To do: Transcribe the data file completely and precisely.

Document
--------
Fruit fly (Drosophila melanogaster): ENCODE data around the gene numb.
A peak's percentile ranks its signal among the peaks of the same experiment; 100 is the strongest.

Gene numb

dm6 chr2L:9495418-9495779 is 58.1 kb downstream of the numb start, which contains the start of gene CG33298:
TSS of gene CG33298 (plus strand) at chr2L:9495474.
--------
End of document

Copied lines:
Fruit fly (Drosophila melanogaster): ENCODE data around the gene numb.
A peak's percentile ranks its signal among the peaks of the same experiment; 100 is the strongest.

Gene numb

dm6 chr2L:9495418-9495779 is 58.1 kb downstream of the numb start, which contains the start of gene CG33298:
TSS of gene CG33298 (plus strand) at chr2L:9495474.